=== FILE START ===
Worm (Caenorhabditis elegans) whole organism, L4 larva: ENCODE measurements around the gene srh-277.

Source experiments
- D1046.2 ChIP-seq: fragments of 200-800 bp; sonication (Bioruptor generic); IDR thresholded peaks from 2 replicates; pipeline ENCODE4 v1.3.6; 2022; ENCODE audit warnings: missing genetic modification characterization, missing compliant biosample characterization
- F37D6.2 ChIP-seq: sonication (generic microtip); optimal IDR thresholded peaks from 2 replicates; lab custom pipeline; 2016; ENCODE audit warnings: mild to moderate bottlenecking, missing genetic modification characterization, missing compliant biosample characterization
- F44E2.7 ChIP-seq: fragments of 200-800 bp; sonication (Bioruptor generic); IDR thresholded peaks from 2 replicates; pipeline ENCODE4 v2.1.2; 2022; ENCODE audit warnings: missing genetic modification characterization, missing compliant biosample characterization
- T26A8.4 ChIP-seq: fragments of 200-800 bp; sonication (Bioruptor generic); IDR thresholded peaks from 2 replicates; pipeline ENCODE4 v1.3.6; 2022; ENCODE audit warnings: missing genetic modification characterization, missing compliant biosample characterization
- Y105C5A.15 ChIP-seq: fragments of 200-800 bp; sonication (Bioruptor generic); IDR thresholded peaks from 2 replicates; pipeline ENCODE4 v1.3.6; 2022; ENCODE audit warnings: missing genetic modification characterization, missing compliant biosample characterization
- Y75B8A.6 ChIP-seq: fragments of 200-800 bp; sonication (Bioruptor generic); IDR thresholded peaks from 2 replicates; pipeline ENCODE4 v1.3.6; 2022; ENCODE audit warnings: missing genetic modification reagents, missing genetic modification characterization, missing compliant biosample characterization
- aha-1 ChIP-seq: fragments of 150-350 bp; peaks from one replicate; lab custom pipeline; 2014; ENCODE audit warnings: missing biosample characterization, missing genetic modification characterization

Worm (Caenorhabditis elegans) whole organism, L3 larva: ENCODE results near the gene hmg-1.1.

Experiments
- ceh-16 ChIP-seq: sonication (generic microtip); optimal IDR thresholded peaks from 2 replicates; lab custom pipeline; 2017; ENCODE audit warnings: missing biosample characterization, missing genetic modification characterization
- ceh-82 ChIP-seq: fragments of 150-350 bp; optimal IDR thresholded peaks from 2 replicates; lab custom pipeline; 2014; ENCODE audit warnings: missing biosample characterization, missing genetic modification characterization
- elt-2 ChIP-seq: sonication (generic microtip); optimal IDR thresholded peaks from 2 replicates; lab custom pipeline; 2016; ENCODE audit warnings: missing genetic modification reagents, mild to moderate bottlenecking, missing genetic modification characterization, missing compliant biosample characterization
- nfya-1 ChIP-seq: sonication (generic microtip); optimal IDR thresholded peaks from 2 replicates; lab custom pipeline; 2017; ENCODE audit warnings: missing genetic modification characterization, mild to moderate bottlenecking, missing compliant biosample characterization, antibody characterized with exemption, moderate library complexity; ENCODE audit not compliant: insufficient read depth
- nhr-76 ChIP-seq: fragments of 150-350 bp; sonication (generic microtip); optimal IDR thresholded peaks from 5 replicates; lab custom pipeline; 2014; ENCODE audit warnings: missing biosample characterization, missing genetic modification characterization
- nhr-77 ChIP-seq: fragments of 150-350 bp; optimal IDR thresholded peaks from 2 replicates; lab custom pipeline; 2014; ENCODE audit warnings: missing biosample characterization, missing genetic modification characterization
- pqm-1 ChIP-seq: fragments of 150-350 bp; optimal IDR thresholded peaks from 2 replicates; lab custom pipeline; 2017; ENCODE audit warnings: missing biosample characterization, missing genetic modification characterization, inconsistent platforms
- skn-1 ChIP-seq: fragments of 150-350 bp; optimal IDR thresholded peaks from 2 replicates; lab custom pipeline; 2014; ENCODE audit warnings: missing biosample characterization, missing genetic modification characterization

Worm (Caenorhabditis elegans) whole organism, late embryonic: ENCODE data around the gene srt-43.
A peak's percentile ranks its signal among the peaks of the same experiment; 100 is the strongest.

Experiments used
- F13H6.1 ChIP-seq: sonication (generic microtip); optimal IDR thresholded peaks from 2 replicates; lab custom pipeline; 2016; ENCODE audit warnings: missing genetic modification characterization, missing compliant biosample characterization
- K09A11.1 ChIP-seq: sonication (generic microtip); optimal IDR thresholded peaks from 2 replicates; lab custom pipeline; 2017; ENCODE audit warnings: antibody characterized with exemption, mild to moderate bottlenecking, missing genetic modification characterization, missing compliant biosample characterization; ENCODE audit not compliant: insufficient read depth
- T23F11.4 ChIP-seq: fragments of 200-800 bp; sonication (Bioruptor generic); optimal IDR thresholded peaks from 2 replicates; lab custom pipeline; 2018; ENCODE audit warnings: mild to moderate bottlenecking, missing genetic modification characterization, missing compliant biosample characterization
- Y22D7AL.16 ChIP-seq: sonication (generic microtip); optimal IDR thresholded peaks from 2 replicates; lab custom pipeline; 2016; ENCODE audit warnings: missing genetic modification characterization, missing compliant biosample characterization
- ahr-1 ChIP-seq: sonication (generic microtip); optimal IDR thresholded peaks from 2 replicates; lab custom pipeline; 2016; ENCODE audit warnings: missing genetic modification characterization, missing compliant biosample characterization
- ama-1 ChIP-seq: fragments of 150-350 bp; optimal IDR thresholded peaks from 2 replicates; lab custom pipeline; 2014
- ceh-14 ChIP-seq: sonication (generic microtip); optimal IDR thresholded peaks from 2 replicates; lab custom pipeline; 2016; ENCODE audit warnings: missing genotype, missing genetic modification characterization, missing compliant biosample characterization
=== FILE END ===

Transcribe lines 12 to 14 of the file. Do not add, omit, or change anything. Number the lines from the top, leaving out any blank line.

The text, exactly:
- ceh-16 ChIP-seq: sonication (generic microtip); optimal IDR thresholded peaks from 2 replicates; lab custom pipeline; 2017; ENCODE audit warnings: missing biosample characterization, missing genetic modification characterization
- ceh-82 ChIP-seq: fragments of 150-350 bp; optimal IDR thresholded peaks from 2 replicates; lab custom pipeline; 2014; ENCODE audit warnings: missing biosample characterization, missing genetic modification characterization
- elt-2 ChIP-seq: sonication (generic microtip); optimal IDR thresholded peaks from 2 replicates; lab custom pipeline; 2016; ENCODE audit warnings: missing genetic modification reagents, mild to moderate bottlenecking, missing genetic modification characterization, missing compliant biosample characterization